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Real time information on TBM progress

Construction of National Grid’s London Power Tunnels is being monitored remotely using a new web-based system that contractor Costain claims is helping to keep work on the £220M project on track.

The project, which involves constructing 32km of 4m and 3m internal diameter tunnels at 30 to 40m depth between Hackney and Willesden (via St John’s Wood) and Kensal Green and Wimbledon to carry new power cables, is using the Tunnel Information Management (TIM) system developed by The Commercial Applications Company for Costain’s project partner London Bridge Associates.

According to Costain, TIM provides real time information and allows the site team to make production management and maintenance decisions quickly and accurately by focusing valuable time and effort on areas that can make a real difference to the success of the project.

“We believe the gathering and analysis of high quality data provides the foundation for improving our operational performance. Using TIM allows us to keep on top of what we are doing by highlighting areas for continuous improvement,” says Costain project manager Andrew Firth.

Data is inputted into the tunnel boring machines (TBMs) via an internet link as the shift progresses, which reduces the need for paper records. The system is web-based and can be accessed from any location by multiple users simultaneously with a tablet or smart phone. User access to specific data is clearly defined with a permission to read, write or delete information, while the data is securely backed up and saved every three hours. Furthermore, data is based around coded activities that allow for easy analysis, and also includes quality and other information.

TIM uses the data to create reports on progress, delay analysis, quality, geology, consumables usage and key performance indicators, all of which are available on a real time basis.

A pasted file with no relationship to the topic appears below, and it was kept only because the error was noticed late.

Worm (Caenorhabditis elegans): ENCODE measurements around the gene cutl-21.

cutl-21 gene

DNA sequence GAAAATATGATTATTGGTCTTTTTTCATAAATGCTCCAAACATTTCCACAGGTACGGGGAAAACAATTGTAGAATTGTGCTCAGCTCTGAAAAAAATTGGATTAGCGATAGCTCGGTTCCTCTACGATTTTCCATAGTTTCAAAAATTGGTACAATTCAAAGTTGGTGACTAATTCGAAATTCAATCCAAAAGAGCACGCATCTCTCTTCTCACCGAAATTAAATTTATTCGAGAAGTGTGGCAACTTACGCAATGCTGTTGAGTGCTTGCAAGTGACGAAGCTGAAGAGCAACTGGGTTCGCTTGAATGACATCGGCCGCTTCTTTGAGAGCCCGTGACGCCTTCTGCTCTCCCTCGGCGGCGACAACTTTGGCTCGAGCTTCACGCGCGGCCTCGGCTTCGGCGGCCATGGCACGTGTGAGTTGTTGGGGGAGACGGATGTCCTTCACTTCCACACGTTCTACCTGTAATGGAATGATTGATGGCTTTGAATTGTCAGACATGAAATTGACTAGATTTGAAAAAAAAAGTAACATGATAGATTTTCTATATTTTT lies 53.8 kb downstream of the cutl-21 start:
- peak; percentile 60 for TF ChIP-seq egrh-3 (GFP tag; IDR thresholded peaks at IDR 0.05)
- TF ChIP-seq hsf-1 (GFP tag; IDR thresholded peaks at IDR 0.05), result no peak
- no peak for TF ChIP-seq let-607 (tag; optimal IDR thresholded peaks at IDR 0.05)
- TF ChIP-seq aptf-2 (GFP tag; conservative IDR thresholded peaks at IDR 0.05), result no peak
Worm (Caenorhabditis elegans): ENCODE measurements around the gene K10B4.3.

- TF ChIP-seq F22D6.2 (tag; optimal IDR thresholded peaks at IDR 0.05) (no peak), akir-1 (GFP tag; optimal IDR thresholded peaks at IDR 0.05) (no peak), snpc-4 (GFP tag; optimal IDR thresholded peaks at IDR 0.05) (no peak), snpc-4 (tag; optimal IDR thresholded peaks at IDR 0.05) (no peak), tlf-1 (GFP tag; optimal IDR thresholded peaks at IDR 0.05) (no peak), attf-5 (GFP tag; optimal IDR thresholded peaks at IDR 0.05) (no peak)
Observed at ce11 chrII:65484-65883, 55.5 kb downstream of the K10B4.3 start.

PDF reports can be automatically generated and distributed by email and tabulated data can be exported to Excel for further analysis. Early warnings are highlighted on screen and can be emailed to specific members of staff while the home page includes a map showing the current TBM locations for display in the site offices and visitor centre.

TIM reports are then analysed by the construction and engineering teams in the daily review meeting. The team’s performance, and that of the TBMs, over the previous 24 hours is reviewed and actions for improvement are assigned. Weekly progress and section meetings similarly use TIM reports to drive improvement. The accumulated information then assists with handover records and can provide continuing information to asset owners, operators and maintenance personnel.

National Grid senior project manager for capital delivery John Trounson adds: “National Grid is always looking for new ways to innovate in order to enhance safety performance and improve efficiency. In providing real time information, the TIM system is an essential tool in identifying operational constraints which can help us to improve in both these areas whilst providing a contemporary record of the tunnel drives.”

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